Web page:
Expert Perspectives in Breast Cancer: A Conversation With Marc Thill, MD, PhD

Aptitude Health recently spoke with Marc Thill, MD, PhD, chief physician of the Clinic for Gynecology and Gynecologic Oncology of the Agaplesion Markus Hospital in Frankfurt, Hessen, Germany, to learn his views on recently presented data in breast cancer. Dr Thill’s distinguished career in medicine began with his studies at the Johann Wolfgang von Goethe University in Frankfurt. His practical year was spent at Klinikum Offenbach; he received his medical degree in 1997. He held several positions at Klinikum Offenbach in gynecology and obstetrics before becoming the chief physician at Agaplesion Markus Hospital in 2012. Dr Thill’s expertise includes gynecologic oncology and breast cancer treatment, with leadership roles in various breast and gynecologic centers. He has been extensively involved in clinical trials, research, and teaching, and has numerous publications and memberships in medical societies. Here is a recap of our conversation:


How do you see the area of screening and diagnosis of breast cancer evolving?
More research is needed to support the use of ultrasound fusion technology and fusion techniques. Biopsy is still the gold standard, but we may see increased use of PET/CT [positron emission tomography/computed tomography] scans in the future. To take it a step further, we have to consider ctDNA [circulating tumor DNA] [circulating tumor DNA] and CTC [circulating tumor cells]. This is something we try to implement in the follow-up of our patients with the SURVIVE study in Germany, where we measure ctDNA and CTC levels to get information about recurrence. Up-front use of this technology can determine how much treatment is needed.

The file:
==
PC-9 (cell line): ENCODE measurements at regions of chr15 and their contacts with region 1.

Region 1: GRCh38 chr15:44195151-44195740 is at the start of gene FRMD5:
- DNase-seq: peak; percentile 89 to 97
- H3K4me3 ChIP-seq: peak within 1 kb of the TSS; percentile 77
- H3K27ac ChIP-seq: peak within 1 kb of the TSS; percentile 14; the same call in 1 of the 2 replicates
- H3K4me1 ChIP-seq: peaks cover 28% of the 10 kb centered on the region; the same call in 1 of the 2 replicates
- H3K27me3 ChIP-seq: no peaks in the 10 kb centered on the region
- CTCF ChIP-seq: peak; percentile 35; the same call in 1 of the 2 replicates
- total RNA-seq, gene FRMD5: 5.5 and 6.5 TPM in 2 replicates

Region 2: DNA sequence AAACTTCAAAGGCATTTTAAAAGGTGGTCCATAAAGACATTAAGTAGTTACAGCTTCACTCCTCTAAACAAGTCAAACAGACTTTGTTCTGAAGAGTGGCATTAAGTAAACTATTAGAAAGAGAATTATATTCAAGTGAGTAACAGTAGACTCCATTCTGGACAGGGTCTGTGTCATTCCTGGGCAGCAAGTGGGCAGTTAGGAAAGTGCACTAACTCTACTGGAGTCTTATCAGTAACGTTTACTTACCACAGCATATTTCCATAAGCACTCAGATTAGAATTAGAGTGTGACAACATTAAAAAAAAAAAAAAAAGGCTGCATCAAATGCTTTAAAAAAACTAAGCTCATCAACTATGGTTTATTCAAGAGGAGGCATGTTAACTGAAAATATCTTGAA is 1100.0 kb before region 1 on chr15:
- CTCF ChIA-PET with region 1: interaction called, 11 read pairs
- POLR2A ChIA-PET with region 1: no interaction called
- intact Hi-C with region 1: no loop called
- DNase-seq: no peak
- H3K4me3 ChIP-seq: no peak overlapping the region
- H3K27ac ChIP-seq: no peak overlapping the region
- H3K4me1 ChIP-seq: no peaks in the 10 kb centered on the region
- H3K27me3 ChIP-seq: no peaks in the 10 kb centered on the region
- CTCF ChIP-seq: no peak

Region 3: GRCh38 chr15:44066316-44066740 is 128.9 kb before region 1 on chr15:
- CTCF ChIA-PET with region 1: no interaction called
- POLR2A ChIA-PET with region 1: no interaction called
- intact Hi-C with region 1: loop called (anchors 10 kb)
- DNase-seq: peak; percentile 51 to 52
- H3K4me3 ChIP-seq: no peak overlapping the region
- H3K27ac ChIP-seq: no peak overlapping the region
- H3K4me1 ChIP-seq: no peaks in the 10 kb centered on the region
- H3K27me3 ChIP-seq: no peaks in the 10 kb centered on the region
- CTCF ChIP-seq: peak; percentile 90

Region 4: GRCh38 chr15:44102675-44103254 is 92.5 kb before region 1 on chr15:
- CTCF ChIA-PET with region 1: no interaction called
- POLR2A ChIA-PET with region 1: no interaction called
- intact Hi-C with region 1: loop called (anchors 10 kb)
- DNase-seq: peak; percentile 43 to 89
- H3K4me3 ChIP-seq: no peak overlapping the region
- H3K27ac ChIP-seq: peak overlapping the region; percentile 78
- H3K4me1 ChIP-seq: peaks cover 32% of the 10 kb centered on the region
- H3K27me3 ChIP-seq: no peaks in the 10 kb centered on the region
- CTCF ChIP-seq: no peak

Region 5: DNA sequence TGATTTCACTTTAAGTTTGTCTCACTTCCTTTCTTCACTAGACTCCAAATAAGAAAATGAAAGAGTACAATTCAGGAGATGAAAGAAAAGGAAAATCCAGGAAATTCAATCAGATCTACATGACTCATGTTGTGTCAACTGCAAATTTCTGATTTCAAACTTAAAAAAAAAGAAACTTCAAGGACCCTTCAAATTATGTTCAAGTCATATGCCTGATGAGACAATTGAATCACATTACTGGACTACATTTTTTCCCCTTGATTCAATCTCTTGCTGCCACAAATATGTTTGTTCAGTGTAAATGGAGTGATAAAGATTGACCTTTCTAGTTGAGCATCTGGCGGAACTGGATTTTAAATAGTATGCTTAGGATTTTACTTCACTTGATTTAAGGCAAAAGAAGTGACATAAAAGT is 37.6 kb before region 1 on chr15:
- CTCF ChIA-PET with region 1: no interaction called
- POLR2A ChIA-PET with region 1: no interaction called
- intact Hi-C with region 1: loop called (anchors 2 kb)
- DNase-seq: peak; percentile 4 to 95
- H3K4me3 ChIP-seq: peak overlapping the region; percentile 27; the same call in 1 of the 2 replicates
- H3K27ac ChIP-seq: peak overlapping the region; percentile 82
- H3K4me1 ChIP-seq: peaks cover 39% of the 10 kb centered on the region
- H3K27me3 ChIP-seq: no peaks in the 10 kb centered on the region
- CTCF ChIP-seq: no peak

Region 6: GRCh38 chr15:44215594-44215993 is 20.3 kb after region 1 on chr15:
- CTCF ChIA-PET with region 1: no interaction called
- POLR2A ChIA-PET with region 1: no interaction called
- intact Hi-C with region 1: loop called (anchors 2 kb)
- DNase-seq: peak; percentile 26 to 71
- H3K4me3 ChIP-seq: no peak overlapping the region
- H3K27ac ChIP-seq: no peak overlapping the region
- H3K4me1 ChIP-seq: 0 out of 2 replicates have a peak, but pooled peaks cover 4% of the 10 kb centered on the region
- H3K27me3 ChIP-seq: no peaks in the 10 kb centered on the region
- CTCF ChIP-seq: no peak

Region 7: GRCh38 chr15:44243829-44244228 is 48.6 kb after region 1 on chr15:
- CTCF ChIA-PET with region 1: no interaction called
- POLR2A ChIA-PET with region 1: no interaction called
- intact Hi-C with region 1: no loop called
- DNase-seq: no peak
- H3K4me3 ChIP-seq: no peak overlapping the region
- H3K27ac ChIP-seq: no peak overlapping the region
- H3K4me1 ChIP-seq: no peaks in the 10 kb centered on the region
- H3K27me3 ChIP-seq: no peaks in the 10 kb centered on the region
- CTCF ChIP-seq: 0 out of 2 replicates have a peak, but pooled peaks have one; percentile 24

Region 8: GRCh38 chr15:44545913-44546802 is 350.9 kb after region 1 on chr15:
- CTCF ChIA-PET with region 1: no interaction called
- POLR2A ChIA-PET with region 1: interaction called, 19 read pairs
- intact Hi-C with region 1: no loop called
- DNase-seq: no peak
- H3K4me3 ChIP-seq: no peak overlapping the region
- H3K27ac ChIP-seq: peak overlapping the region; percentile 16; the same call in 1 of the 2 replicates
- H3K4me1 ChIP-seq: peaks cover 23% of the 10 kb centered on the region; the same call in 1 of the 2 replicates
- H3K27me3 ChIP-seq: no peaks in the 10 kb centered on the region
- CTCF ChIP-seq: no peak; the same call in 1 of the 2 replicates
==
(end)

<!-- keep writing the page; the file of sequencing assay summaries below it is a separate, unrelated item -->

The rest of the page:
What role do you anticipate for artificial intelligence (AI) in the diagnosis of breast cancer?
We cannot ignore the growing role of AI. In the RxPONDER trial, where we tried to find out if there is residual tumor burden in the breast after neoadjuvant chemotherapy and which patients will be able to avoid chemotherapy, there was a false-negative rate of 20%. By using AI and focusing only on triple-negative and HER2 [human epidermal growth factor receptor 2]-positive disease in patients with the highest chance of a pCR [pathologic complete response], we had a predictive negative value of 0%. These results are both promising and convincing.


How are genomic assays used in clinical practice to support treatment decisions and individualize therapy in early breast cancer?
This has been the standard for the past few years. Trials such as the ADAPT trial have led us to use multigene assay as standard practice in node-negative disease. In Germany, we are also able to get this reimbursed in patients who are endocrine positive with 1 to 3 lymph nodes, HER2 negative. In luminal breast cancer and following a short induction course with endocrine treatment, we measure the Ki-67 drop in the multigene assay to decide whether a patient is a candidate for only endocrine treatment. If a response is not big enough, we use the Oncotype DX to decide whether or not to initiate chemotherapy.